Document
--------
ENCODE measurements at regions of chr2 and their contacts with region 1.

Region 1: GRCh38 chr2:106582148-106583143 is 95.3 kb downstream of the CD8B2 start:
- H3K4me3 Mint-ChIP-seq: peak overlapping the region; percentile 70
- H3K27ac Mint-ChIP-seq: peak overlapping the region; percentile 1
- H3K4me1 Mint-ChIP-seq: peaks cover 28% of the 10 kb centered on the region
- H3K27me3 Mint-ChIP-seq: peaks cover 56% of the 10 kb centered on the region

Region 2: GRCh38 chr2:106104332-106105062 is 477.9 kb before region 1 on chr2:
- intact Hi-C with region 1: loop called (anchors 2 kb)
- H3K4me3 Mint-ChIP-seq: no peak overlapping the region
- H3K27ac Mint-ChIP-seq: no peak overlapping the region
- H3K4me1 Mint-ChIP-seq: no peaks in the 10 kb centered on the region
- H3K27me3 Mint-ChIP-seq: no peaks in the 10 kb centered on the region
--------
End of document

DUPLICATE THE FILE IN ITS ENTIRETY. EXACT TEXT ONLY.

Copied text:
ENCODE measurements at regions of chr2 and their contacts with region 1.

Region 1: GRCh38 chr2:106582148-106583143 is 95.3 kb downstream of the CD8B2 start:
- H3K4me3 Mint-ChIP-seq: peak overlapping the region; percentile 70
- H3K27ac Mint-ChIP-seq: peak overlapping the region; percentile 1
- H3K4me1 Mint-ChIP-seq: peaks cover 28% of the 10 kb centered on the region
- H3K27me3 Mint-ChIP-seq: peaks cover 56% of the 10 kb centered on the region

Region 2: GRCh38 chr2:106104332-106105062 is 477.9 kb before region 1 on chr2:
- intact Hi-C with region 1: loop called (anchors 2 kb)
- H3K4me3 Mint-ChIP-seq: no peak overlapping the region
- H3K27ac Mint-ChIP-seq: no peak overlapping the region
- H3K4me1 Mint-ChIP-seq: no peaks in the 10 kb centered on the region
- H3K27me3 Mint-ChIP-seq: no peaks in the 10 kb centered on the region